For Agnieszka Paczyńska, a career as both an associate professor at George Mason University’s Jimmy and Rosalynn Carter School for Peace and Conflict Resolution and as a peacebuilding professional who has worked with NGOs and U.S. government agencies alike has given her front-row access to observing the latest developments in peace and conflict studies.
“The peacebuilding field has been growing rapidly over the past couple of decades, which is reflected in the proliferation of organizations that work on peacebuilding both internationally and locally here in the U.S.,” Paczyńska said.
As the field grows, so too does its need for peacebuilders equipped with practical conflict resolution skills and training in ethical and reflective practice.
That’s why the Carter School has added a new, 15-credit Peacebuilding specialization to the roster of concentrations within its Master of Science degree in Conflict Analysis and Resolution.
The master’s concentrations give students an opportunity to focus their 33-credit degree on different aspects of peace and conflict resolution. These specializations were designed to help students find success in the various subfields where conflict resolution techniques are critical, including but not limited to social justice activism, media and communications, humanitarian aid and development, mediation and dialogue, and policy and government.
For students pursuing a concentration in Peacebuilding, their coursework will equip them with “practical and professional skills in project design, management, monitoring and evaluation that will enable them to work in the peacebuilding field, primarily in NGOs and international organizations,” according to the program’s course catalogue.
To wrap up their concentration, students will be required to apply what they have learned outside of the classroom through a mandatory, 3-credit internship.
According to Paczyńska, who helped design the new initiative during the final academic year of her role as director of the Carter School’s master’s programs, it is the Peacebuilding concentration’s provision of hands-on skills that will distinguish it in the field.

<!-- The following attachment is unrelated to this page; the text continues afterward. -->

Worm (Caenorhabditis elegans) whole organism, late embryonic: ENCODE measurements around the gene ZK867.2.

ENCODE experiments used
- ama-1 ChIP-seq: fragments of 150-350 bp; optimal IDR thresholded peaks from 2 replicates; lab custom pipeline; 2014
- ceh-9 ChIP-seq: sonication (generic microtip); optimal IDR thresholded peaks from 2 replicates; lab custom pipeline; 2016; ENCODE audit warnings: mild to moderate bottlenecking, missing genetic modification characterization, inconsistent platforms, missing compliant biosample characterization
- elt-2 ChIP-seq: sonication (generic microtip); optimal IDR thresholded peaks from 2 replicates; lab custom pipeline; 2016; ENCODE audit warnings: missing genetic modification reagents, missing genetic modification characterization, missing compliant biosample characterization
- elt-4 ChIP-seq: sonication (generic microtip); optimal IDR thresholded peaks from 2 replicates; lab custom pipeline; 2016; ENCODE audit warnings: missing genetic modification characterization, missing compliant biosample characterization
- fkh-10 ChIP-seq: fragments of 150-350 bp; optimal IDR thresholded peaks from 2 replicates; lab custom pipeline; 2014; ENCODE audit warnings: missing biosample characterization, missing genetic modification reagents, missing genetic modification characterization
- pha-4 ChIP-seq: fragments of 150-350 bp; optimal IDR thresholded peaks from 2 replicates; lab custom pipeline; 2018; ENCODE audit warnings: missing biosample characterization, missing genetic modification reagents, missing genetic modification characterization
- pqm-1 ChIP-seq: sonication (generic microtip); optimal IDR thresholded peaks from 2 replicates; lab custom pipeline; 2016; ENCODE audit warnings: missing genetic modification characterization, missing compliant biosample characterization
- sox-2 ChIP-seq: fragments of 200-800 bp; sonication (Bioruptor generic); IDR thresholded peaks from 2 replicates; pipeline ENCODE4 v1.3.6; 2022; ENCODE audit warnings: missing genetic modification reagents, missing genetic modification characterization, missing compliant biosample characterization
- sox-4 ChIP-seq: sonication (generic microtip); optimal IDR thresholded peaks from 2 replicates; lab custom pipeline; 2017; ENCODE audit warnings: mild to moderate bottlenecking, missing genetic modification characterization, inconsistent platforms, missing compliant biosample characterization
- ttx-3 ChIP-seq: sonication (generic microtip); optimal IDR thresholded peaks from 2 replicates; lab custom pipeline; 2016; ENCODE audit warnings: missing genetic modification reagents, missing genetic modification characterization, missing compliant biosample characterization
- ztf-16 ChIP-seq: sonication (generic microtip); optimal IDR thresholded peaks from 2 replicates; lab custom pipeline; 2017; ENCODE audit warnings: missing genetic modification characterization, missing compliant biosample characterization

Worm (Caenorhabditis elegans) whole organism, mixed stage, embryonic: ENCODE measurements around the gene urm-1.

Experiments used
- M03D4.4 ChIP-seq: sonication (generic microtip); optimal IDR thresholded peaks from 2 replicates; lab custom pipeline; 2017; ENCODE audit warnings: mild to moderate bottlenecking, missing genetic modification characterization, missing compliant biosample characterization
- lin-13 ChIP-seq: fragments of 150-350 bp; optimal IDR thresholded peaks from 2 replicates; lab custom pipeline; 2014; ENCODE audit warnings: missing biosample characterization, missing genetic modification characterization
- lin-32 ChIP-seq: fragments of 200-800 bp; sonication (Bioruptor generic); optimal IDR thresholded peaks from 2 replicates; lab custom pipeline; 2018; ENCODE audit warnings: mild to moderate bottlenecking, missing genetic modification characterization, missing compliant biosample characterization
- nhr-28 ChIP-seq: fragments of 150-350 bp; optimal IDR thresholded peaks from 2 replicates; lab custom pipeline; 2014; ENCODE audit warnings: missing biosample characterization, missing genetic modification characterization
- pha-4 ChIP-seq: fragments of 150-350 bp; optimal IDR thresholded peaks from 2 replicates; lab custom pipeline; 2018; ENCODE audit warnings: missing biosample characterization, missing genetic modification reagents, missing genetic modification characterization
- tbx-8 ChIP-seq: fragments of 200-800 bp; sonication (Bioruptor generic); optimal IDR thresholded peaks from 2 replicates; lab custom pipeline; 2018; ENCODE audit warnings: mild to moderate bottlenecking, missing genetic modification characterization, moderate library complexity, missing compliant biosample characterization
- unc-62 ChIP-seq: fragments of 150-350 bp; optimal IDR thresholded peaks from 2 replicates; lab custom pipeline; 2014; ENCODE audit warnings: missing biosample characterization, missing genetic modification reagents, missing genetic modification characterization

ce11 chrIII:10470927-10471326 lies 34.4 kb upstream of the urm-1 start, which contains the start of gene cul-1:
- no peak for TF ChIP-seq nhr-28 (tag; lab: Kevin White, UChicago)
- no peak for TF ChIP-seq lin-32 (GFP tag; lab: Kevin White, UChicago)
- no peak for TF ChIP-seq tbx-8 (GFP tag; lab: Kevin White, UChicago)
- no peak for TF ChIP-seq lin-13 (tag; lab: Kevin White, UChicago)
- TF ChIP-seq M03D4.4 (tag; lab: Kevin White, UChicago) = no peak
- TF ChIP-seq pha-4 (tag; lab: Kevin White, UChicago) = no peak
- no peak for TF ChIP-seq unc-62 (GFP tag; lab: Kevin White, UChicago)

Her experience conducting conflict assessments and program evaluations in places like Liberia, Afghanistan, Tajikistan, and Tanzania has shown her that effective peacebuilding requires professionals who can tie knowledge of the theoretical foundations of peace and conflict to the practical skills needed to design and implement successful programs.
“What organizations are looking for are people who can hit the ground running when it comes to writing and managing grants that make peacebuilding work possible, and designing, managing, monitoring, and evaluating peacebuilding programs,” Paczyńska said. “They are also looking to hire people who have the leadership and management skills that make peacebuilding sustainable and effective.”
While a focus on the intertwining of theory and practice has been a core feature of the Carter School’s curriculum since the school was first launched as a center in the 1980s, this new concentration has been specifically designed to maximize student preparedness for direct entry into the field after graduation.
“The way that this concentration puts its emphasis on the development of professional skills for peacebuilding is unique, and the internship and field experience opportunity that the program includes will play a pivotal role in the realization of this objective,” said Alpaslan Özerdem, dean of the Carter School.
He arrived at the school in 2019 with the creation of a more in-depth focus on peacebuilding within its master’s degree curricula as a major priority. His vision for the school’s master’s programs is informed by his nearly 25 years of experience leading research and teaching efforts in the field of peace and conflict studies.